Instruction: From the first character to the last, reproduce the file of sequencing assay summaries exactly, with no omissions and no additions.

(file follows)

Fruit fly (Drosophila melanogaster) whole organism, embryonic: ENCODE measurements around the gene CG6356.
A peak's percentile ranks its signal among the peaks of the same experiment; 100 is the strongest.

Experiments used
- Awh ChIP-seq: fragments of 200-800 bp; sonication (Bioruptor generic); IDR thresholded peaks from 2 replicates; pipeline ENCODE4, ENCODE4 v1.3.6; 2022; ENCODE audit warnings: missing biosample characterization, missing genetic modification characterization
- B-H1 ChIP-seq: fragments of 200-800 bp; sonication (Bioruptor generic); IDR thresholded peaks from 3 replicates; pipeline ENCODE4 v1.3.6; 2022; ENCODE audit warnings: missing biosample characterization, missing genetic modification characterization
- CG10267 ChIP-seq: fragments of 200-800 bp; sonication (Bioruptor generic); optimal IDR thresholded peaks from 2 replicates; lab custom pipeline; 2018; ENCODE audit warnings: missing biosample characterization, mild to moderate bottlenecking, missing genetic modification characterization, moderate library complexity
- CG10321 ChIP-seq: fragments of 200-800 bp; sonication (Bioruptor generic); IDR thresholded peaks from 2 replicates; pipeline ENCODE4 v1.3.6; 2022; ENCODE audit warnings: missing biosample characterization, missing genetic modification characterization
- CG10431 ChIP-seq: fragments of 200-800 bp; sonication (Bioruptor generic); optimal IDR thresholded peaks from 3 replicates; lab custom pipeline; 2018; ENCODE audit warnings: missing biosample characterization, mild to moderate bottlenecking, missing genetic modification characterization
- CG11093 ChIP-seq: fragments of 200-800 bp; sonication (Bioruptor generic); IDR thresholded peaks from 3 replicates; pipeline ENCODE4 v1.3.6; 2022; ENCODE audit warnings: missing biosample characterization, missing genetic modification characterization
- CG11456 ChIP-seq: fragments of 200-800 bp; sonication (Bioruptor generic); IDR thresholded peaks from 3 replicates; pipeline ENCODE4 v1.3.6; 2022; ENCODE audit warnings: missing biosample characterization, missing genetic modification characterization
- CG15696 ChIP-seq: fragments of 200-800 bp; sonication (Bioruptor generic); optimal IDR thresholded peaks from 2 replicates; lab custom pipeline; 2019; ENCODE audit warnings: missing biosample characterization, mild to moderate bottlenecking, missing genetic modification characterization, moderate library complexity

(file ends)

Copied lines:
Fruit fly (Drosophila melanogaster) whole organism, embryonic: ENCODE measurements around the gene CG6356.
A peak's percentile ranks its signal among the peaks of the same experiment; 100 is the strongest.

Experiments used
- Awh ChIP-seq: fragments of 200-800 bp; sonication (Bioruptor generic); IDR thresholded peaks from 2 replicates; pipeline ENCODE4, ENCODE4 v1.3.6; 2022; ENCODE audit warnings: missing biosample characterization, missing genetic modification characterization
- B-H1 ChIP-seq: fragments of 200-800 bp; sonication (Bioruptor generic); IDR thresholded peaks from 3 replicates; pipeline ENCODE4 v1.3.6; 2022; ENCODE audit warnings: missing biosample characterization, missing genetic modification characterization
- CG10267 ChIP-seq: fragments of 200-800 bp; sonication (Bioruptor generic); optimal IDR thresholded peaks from 2 replicates; lab custom pipeline; 2018; ENCODE audit warnings: missing biosample characterization, mild to moderate bottlenecking, missing genetic modification characterization, moderate library complexity
- CG10321 ChIP-seq: fragments of 200-800 bp; sonication (Bioruptor generic); IDR thresholded peaks from 2 replicates; pipeline ENCODE4 v1.3.6; 2022; ENCODE audit warnings: missing biosample characterization, missing genetic modification characterization
- CG10431 ChIP-seq: fragments of 200-800 bp; sonication (Bioruptor generic); optimal IDR thresholded peaks from 3 replicates; lab custom pipeline; 2018; ENCODE audit warnings: missing biosample characterization, mild to moderate bottlenecking, missing genetic modification characterization
- CG11093 ChIP-seq: fragments of 200-800 bp; sonication (Bioruptor generic); IDR thresholded peaks from 3 replicates; pipeline ENCODE4 v1.3.6; 2022; ENCODE audit warnings: missing biosample characterization, missing genetic modification characterization
- CG11456 ChIP-seq: fragments of 200-800 bp; sonication (Bioruptor generic); IDR thresholded peaks from 3 replicates; pipeline ENCODE4 v1.3.6; 2022; ENCODE audit warnings: missing biosample characterization, missing genetic modification characterization
- CG15696 ChIP-seq: fragments of 200-800 bp; sonication (Bioruptor generic); optimal IDR thresholded peaks from 2 replicates; lab custom pipeline; 2019; ENCODE audit warnings: missing biosample characterization, mild to moderate bottlenecking, missing genetic modification characterization, moderate library complexity